Friday, June 18, 2010

Natural baked goodness: whole wheat cinnamon buns

With the chicken drama behind me for now (and thanks again to everyone who talked me through it -- your understanding and support means so much!), I thought I'd finally write that post on whole wheat cinnamon buns.

It was another cold and rainy day on Wednesday so Ella and I decided to do some baking to warm up the kitchen, our hearts and our bellies!

I have another new/used book that I've been excited to try out: the Home Bakebook of Natural Breads & Goodies, by Sandra and Bruce Sandler.

Published in 1972, it contains recipes for yeast bread, sourdoughs, rolls, quick breads, cakes, cookies, pies & puddings, using whole grain flours such as whole wheat, whole rye, soy flour and cornmeal.

Even in the early 70s, the authors noted there was something amiss with the "food" modern families were buying:

"Few things are as enjoyable as spreading fresh sweet butter on hot bread straight from the oven. And, few store or bakery bought breads are quite as nutritious as home baked breads with whole grains and organic ingredients... The pale, squishy supermarket product certainly cannot be the food that supports life. It has all it can to support a knife of firm peanut butter."
We've been baking our own bread for a while now but I've got a confession to make: I've been using my bread machine for the making part.

I know, there's nothing "wrong" with that, but I do believe part of the experience of making bread from scratch is lost with the use of a machine.

I've been intimidated by the kneading and rising part. But that's where the connection to the handmade really blossoms, doesn't it?

Since this is a skill I want my children to have I decided to get over myself and just try it.
First you have to prepare the dough for dinner rolls.
You need:
• 1 tbsp dry yeast
• 1 -1/2 cups warm water
• 3 tbsp raw organic sugar
• 1 tsp sea salt
• 2 tbsp (melted) butter
• 1 egg
• 3 to 4 cups whole wheat flour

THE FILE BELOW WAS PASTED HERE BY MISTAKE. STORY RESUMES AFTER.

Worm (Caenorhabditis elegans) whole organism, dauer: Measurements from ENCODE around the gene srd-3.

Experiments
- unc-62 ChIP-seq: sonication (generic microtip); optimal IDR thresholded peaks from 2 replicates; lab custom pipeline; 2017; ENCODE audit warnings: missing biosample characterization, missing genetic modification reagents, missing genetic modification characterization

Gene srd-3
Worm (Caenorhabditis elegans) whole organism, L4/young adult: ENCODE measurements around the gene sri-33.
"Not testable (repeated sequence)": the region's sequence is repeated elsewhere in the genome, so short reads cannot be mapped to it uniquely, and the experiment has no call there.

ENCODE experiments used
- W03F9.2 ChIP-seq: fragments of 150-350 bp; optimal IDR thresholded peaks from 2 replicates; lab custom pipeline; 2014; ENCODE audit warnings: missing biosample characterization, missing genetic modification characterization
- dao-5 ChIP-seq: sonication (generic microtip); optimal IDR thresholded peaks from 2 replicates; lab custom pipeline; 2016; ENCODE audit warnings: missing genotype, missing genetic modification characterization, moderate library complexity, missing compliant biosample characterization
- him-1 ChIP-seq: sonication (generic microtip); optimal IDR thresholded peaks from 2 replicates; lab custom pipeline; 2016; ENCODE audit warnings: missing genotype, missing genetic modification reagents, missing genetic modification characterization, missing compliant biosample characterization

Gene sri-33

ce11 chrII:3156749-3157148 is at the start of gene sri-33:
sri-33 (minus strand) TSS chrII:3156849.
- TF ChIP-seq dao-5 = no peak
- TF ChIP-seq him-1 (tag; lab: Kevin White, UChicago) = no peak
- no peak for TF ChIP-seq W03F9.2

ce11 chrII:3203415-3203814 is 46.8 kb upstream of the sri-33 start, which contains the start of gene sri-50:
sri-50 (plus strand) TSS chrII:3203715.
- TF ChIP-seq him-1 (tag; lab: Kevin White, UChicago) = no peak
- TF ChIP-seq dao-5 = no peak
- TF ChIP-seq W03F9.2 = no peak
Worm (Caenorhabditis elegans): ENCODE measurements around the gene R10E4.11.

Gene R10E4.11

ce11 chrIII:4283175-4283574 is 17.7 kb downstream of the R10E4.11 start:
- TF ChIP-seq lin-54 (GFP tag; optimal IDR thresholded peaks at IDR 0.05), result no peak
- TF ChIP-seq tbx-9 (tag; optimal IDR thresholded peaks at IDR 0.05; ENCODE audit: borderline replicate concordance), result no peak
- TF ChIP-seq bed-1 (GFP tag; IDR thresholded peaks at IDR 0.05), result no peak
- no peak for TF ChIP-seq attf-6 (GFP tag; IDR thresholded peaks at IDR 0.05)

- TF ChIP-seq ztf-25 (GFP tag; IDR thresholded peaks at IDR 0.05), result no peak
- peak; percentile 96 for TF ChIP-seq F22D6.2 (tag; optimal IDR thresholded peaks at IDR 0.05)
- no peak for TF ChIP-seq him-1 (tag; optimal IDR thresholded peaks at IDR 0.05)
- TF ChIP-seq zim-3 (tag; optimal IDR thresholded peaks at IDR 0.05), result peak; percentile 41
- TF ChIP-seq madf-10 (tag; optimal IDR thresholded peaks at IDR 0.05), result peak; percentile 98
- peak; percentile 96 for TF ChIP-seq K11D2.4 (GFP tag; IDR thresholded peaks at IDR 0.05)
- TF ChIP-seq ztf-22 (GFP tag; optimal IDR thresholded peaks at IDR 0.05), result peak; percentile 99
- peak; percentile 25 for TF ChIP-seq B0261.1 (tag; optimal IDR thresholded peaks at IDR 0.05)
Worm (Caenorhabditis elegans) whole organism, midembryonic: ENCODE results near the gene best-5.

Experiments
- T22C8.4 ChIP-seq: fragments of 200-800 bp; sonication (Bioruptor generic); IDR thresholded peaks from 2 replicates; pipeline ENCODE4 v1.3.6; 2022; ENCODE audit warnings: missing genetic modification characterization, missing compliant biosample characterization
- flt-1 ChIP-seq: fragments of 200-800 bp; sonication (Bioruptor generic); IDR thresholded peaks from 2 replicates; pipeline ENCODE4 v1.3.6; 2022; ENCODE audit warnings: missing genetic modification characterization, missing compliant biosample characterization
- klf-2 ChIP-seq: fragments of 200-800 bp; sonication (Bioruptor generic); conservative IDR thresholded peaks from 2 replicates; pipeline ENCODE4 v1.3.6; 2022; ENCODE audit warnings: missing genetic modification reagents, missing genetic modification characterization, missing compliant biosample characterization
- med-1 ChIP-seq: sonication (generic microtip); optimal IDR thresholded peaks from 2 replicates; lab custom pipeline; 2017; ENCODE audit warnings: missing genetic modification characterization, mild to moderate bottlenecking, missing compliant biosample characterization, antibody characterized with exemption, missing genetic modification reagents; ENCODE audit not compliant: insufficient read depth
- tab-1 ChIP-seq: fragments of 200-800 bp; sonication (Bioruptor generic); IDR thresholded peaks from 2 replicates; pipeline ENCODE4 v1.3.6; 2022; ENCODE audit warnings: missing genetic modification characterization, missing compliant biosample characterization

1.) In a large bowl, sprinkle the yeast over the water. Allow the yeast to dissolve, about five minutes.

2.) Stir in the sugar, salt, butter and egg. Slowly stir in the flour until the dough pulls away from the side of the bowl

3.) Turn the dough out onto a floured board (or table) and knead until it feels elastic, about 5 to 7 minutes. It took closer to 10 minutes for us but that's because little hands were eager to help.

4.) Roll the dough into a rectangle about 9" x 18".

Jack came home from school just in time to help with the next part - yay!

5.) Brush the dough with 1/4 cup melted butter.

6.) Mix together 1/2 cup raw organic sugar and 1 tbsp (or more!) cinnamon. Sprinkle this mix over the butter.

7.) Roll the dough jelly-roll fashion into a cylinder about 18" long.

8.) Cut the roll into 1" slices.

Jack thought the inside swirl was really neat and deserved a close-up so you could appreciate its neatness too!

9.) Place the slices cut side down fairly close to each other in buttered cake pans. Cover with a clean dish cloth and allow to rise until about double in size.

It worked!

10.) Preheat the oven to 350 degrees F. Bake for 25 minutes or until brown.

The verdict: A resounding success! While store-bought cinnamon buns are made from white flour and are dripping in icing, these have a wonderful heartiness to them. Not too sweet but oh so good! I think the next time, I might try even a bit more cinnamon and I might pop in a few raisins. Enjoy!


Mama Pea said...

Omigosh, those look WONDERFUL! Gotta try them . . . soon!

Seeing pictures of Ella (and Jack) right in there working in the kitchen with you reminds me SO much of when Chicken Mama was small and wanted to do EVERYTHING I did in the kitchen. Not having patience as a virtue, I'm surprised I was smart enough to let her work beside me. But I also remember lots of times when a 5 minute job was completed in 45 (with her "help") and I truly wanted to throw myself on the floor spread-eagled with exhaustion!

Erin said...

I too, want to learn to do bread the proper way, by hand! Interestingly enough, hubby taught himself with no cookbooks and I have always relied on him. For some reason he can read yeast like it's part of himself, it's a total mystery to me! Now that he is gone and I am finding myself grilled pizza crust "less" and breadless LOL I think I may tackle this skill!

Now, however, I get to do several horrible things all together, are you ready? 1. go swimsuit shopping 2. in humid stifling heat, and 3. WITH MY KIDS! Can you imagine? Fun times...

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